MONDAY, Sept. 6 (HealthDay News) -- Common chemicals found in
everything from non-stick cookware to grease-resistant food
packaging appear to be associated with increases in cholesterol
levels in adolescents, a new study suggests.
People are exposed to these chemicals -- known as perfluoroalkyl
acids (PFAAs) -- in dust, drinking water, non-stain carpets,
waterproof fabrics, microwave popcorn bags and a host of other
"This is the first study that takes an in-depth look at an association between these chemicals and health effects in children," said study author Stephanie J. Frisbee, research instructor in the Department of Community Medicine at West Virginia University School of Medicine in Morgantown.
The PFAA compounds in question include perfluorooctanoic acid
(PFOA) and perfluorooctanesulfonate (PFOS).
"We found a positive association between PFOA and PFOS and total [cholesterol] and LDL cholesterol," she said. As the blood levels of these chemical increased, so did cholesterol, Frisbee added.
The American Chemical Council, an industry group, did not
respond to repeated attempts by
HealthDay to get comment on the findings.
The report is published in the September issue of the
Archives of Pediatrics & Adolescent Medicine.
For the study, Frisbee's team looked at cholesterol levels in
more than 12,000 children and adolescents who are part of the C8
Health Project. This project resulted from the settlement of a
class-action lawsuit against Dupont over the landfill dumping of
chemicals that contaminated groundwater in six water districts in
two states near the company's plant in Parkersburg, West Virginia,
and exposed residents to levels of C8 (another name for PFOA) far
higher than that of the general population.
Among the participants, the average PFOA concentration was 69.2
nanograms per milliliter and average PFOS concentration was 22.7
nanograms per milliliter.
Among 12- to 19-year-olds, the PFOA concentrations were higher
than those seen in the general population, but PFOS concentrations
were similar to those seen in samples from the general population,
the researchers found.
Increased PFOA levels were associated with increased total
cholesterol and LDL, or "bad," cholesterol, and PFOS was associated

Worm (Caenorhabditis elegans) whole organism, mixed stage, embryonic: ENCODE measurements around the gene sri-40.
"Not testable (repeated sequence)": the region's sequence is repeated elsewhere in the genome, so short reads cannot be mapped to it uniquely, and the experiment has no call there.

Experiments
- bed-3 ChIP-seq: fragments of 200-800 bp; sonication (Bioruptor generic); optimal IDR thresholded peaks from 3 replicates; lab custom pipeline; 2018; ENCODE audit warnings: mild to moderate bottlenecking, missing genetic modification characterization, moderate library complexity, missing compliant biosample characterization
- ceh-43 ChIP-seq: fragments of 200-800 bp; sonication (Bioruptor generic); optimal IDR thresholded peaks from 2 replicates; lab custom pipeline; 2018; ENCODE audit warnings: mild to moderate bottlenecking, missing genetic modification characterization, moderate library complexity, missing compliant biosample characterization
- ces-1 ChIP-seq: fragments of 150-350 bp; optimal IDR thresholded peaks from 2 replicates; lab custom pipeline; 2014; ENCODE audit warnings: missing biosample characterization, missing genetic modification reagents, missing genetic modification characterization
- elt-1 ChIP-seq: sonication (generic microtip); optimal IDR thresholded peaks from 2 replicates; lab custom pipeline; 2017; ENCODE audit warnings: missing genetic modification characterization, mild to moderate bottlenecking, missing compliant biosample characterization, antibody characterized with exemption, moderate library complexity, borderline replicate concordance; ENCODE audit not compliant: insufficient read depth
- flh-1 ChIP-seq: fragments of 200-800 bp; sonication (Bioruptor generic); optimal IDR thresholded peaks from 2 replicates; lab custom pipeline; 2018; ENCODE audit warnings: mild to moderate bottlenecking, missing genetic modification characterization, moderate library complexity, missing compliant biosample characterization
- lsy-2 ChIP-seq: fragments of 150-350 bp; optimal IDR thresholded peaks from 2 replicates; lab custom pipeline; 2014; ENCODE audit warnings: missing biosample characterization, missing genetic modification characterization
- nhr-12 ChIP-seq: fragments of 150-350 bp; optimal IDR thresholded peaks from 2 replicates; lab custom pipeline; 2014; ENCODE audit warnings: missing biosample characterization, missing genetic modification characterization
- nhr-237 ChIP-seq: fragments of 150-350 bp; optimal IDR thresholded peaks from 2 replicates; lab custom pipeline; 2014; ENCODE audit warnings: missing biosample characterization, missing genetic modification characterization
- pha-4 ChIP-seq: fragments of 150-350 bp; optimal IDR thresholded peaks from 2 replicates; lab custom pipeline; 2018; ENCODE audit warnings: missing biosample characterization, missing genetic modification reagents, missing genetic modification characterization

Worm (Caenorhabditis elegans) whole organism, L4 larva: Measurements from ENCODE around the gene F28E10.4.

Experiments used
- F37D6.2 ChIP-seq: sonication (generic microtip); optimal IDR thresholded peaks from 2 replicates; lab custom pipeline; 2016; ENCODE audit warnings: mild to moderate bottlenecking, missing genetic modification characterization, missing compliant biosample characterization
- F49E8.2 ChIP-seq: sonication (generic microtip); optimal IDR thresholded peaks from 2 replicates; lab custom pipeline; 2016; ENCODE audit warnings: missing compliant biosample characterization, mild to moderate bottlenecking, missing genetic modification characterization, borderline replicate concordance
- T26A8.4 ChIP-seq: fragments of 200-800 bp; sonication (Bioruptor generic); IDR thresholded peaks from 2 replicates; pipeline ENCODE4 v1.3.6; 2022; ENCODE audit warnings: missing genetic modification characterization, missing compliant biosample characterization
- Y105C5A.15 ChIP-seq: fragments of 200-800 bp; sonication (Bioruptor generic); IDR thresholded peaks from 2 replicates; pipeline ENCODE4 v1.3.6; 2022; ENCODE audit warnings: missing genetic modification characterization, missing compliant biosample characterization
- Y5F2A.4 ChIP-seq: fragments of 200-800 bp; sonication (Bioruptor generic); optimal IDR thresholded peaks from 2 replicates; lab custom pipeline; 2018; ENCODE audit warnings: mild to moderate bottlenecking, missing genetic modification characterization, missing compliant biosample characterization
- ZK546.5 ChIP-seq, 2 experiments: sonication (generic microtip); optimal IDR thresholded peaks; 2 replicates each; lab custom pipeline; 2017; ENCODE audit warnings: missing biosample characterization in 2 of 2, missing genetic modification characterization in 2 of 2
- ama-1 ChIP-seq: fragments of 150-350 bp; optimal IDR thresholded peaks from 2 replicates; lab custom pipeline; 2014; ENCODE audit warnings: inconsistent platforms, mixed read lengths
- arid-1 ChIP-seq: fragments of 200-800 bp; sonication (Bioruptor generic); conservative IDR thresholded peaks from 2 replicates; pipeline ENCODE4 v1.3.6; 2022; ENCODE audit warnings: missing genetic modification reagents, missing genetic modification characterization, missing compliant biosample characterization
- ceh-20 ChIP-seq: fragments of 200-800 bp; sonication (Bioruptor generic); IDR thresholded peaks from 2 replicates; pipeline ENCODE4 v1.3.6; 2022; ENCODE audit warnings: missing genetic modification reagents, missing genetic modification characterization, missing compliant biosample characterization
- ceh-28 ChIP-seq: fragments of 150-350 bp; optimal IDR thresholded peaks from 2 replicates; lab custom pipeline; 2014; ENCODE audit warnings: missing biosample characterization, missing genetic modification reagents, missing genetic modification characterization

with increased total cholesterol, LDL cholesterol and HDL, or
"good," cholesterol, the researchers said. Neither chemical was
associated with an increase in triglyceride levels, they added.
On average, the children with the highest PFOA levels had higher
cholesterol, compared with the children with the lowest PFOA
levels. In addition, those with the highest PFOS levels had
cholesterol that was more than eight points higher than those with
the lowest PFOS levels, Frisbee's group found. That translated to
an average difference of 8.5 milligrams per deciliter.
Frisbee noted that higher cholesterol levels had also been found
in adults who took part in the C8 Health Project and were exposed
to these chemicals.
Whether the association between these chemicals and cholesterol
is causal isn't known. To find out, further research is needed,
"We cannot speak at this point -- it would be scientifically inaccurate -- to speak about causality," she said. In addition, the potential harm to these children and teens is still not known, Frisbee added.
However, animal studies have shown that the liver is the organ
most affected by perfluoroalkyl acid, and the liver is where
cholesterol is made, the researchers noted.
"These are chemicals that do not degrade in the environment," Frisbee added.
Both chemicals are being phased out in the United States of use
and being replaced by other compounds. Whether these new chemicals
are safe or whether they carry their own set of health problems
isn't known, Frisbee said.
"The way the U.S. system works is that you get to use whatever you want until somebody says there is a problem," she said.
One cholesterol expert, Dr. Ronald B. Goldberg, a professor of
medicine at the Diabetes Research Institute of the University of
Miami Miller School of Medicine, said that the increase in LDL
cholesterol levels seen in the study, "can have a small but
significant effect on heart disease."
Goldberg noted that the main cause of increasing cholesterol is
animal fat in the diet. "On top of that, you have genetic
abnormalities that are common," he added.
But the effect of chemical exposure needs more study, Goldberg
said. "All you can say now is there is an association, and it
doesn't prove that the contaminant is causing the LDL rise," he
For more information on cholesterol, visit the
American Heart Association.
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